2019 | Courts

‘Lethal and Remorseless Career Criminal’ Gets Life in Prison for Murder

Prosecutors sought maximum sentence for Silver Spring man

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Lloyd Patrick Walters


A Silver Spring man who murdered a man in his recreational vehicle during a botched robbery was sentenced Wednesday to life in prison plus 20 years, the county prosecutor’s office announced Thursday.

Jurors in February convicted Lloyd Patrick Walters, 52, of first-degree murder for killing Todd McDonough Pruitt, 63, on Sept. 6, 2017.

Walters, who prosecutors labeled “a lethal and remorseless career criminal,” was shot and wounded by Pruitt during an apparent scuffle, according to testimony in the case.

Citing the nature of the murder and Walters’ previous criminal record, the county’s top prosecutor called for the maximum sentence of life plus 20 years.

“The defendant has shown himself to be beyond the possibility of rehabilitation,” State’s Attorney John McCarthy wrote in a memo.

A defense attorney for Walters declined comment Thursday.

Walters stumbled into a county police station the morning Pruitt was killed with a gunshot wound to his abdomen, according to prosecutors. Police reports said that as officers provided medical assistance, Walters said, “That was me that shot the man in the trailer.”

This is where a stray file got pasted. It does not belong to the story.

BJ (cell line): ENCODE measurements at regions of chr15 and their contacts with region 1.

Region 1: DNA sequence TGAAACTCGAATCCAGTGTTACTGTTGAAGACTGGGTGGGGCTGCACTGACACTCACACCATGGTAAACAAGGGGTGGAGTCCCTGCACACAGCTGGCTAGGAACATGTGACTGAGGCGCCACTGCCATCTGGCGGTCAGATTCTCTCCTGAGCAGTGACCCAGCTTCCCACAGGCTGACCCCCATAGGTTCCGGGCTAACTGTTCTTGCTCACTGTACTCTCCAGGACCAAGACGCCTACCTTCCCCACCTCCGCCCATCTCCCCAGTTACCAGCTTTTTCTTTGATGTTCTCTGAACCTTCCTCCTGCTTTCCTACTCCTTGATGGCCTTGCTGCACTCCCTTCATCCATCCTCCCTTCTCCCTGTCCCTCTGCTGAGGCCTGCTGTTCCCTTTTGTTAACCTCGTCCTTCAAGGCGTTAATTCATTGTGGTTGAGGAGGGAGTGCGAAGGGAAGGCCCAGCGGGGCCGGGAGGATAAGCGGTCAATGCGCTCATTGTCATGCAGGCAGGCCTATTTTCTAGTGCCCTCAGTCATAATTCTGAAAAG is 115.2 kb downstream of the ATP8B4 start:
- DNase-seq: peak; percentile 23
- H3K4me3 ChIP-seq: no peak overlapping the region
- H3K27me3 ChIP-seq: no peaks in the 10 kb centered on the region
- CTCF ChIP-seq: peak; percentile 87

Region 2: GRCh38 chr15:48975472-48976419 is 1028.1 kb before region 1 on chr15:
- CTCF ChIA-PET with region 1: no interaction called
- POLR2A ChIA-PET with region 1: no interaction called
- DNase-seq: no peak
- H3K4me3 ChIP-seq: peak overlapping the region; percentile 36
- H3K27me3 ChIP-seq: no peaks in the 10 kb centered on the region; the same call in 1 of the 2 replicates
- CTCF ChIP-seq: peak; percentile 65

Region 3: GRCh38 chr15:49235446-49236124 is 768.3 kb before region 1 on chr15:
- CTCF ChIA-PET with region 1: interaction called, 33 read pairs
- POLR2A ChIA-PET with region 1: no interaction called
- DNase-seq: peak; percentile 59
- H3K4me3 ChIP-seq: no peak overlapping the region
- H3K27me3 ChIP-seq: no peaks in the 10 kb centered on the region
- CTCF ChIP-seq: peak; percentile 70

Police found Pruitt’s body on the sofa of a recreational vehicle at 14016 Old Columbia Pike, near a Burtonsville high school, according to court records.

Investigators tracked down an associate of both men who had told Walters that Pruitt recently inherited a large amount of money and told him where Pruitt lived, according to charging documents.

Cellphone records show Walters’ phone near the crime scene, and a search of the RV found a large sum of cash.

Over the past three decades, Walters has been convicted of drug possession and distribution, breaking and entering, and battery, among other crimes. He was sentenced to 10 years in federal prison for felony firearm possession in 2001.

“For the defendant, incapacitation is the last remaining deterrent which this court can employ, given the defendant’s total lack of amenability to rehabilitation,” McCarthy wrote.

“For others in our community who would consider murdering someone with a handgun after leading a life of crime, this Honorable Court must send them an unmistakable message: they will spend the rest of their natural lives in our prisons,” McCarthy wrote.

Charlie Wright can be reached at charlie.wright@bethesdamagazine.com